Doubtless the market is strong but many of the prices in the sale (held by Phillips in association with Maak Contemporary Ceramics on November 10) were well above the levels at which most collectors have operated in the past. Sustaining them will be difficult.
However, the signs from the first ‘post Driscoll’ sales have been largely positive.
Estimated at £5000-7000, a Bernard Leach Tree of Life charger sold for £49,000 as part of the 20th century Decorative Arts & Design sale at Bonhams (27.5/25% buyer’s premium) on December 7.
The price is the second highest for Leach and not too far away from the record £77,000 bid for a similar dish, c.1924, in the Driscoll sale.
Bonhams’ dish with its lustrous ‘galena’ glaze has a full provenance. Signed and dated 1925, it was gifted that year by Leach and Michael Cardew to Leo and Eileen Baker on the occasion of their wedding in 1925.
It was one of five lots from the estate of Leo Kingsley Baker (1898- 1986), the founder of a handloom weaving business in Chipping Campden known as the Kingsley Weavers. Baker and Leach were good friends in the 1920s-30s. Like the Driscoll dish (which had some small patches of glaze loss to the tree), it was not in perfect condition, showing two rim chips.
Odundo on a high
The Maak (20% buyer’s premium) sale on December 2 was topped, for the third auction in a row, by the work of Kenyan-born potter Dame Magdalene Odundo (b.1950) who now enjoys the sort of financial rewards shared only by pots by Hans Coper and Lucie Rie.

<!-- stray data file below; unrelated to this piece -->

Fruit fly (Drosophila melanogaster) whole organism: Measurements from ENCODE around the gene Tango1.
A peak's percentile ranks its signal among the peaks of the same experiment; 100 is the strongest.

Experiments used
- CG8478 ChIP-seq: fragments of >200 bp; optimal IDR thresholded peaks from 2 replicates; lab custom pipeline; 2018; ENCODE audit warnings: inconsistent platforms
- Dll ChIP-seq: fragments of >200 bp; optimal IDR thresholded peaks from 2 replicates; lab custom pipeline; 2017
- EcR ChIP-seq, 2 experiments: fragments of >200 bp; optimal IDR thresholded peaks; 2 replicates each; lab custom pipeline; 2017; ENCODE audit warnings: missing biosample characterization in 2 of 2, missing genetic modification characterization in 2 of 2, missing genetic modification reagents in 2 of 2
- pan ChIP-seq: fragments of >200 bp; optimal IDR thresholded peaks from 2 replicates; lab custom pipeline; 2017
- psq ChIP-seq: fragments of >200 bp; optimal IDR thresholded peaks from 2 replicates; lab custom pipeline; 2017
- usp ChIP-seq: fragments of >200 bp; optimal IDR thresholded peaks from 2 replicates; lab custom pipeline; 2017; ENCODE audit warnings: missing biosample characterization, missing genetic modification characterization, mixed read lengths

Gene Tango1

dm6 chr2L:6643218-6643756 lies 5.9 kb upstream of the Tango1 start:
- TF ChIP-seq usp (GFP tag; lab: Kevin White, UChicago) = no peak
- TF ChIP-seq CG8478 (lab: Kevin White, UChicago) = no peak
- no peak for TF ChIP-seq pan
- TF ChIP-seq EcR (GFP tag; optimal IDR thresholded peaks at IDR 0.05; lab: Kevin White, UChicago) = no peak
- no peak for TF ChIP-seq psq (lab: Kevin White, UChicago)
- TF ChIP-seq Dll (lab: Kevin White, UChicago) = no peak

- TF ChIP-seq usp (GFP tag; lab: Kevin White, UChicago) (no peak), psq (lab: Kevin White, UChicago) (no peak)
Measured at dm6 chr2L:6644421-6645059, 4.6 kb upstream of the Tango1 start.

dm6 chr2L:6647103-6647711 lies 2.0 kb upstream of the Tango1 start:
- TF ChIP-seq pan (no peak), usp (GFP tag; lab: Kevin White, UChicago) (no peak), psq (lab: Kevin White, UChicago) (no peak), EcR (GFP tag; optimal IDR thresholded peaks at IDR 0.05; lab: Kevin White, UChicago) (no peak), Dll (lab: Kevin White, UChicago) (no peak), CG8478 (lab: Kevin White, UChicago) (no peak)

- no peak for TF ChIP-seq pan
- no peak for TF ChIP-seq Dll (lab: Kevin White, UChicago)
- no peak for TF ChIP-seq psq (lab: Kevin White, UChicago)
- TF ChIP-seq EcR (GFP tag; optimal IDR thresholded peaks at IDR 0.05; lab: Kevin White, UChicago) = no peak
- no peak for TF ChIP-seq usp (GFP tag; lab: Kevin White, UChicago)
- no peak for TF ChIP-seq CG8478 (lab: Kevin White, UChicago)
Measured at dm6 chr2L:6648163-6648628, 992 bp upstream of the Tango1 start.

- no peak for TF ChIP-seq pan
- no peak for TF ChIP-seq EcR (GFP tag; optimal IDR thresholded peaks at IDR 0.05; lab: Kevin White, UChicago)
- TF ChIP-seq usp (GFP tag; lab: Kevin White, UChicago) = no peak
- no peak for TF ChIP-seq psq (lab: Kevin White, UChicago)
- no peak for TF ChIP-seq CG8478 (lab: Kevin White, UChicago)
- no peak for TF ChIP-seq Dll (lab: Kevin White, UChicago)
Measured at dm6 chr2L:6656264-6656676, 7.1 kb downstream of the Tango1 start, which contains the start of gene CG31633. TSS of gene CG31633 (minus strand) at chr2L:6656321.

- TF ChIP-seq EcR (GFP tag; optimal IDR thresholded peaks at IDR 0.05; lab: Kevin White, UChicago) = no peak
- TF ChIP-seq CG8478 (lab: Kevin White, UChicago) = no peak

In November last year the firm posted a record for a living ceramic artist with the sale of the 1988 Angled Mixed Coloured Piece by Odundo (b.1950). Selling at £200,000, it was pictured on the front cover of ATG No 2470.
The 14in (35cm) Untitled vase offered in this sale was signed and dated 1989 and had been acquired by the vendor directly from the artist in May that year.
It was in the burnished and carbonised terracotta that is Odundo’s signature medium but, unlike the record-breaker, assumed a symmetrical form. Traditionally these have not been priced quite as highly as the asymmetrical works so evocative of the human form, but this example came close to changing that when it took £190,000 (estimate £40,000-60,000).
The sale was also notable for the £18,000 bid for one of John Ward’s (b.1938) hugely popular matt black-and-white panelled ovoid vases produced in the 1990s. Shouldered Vessel, standing 11in (27cm) high, acquired by the vendor from the West Wales Art Centre, Fishguard, in 1995, now shares the auction record for Ward with a similar vessel Maak sold in May 2016.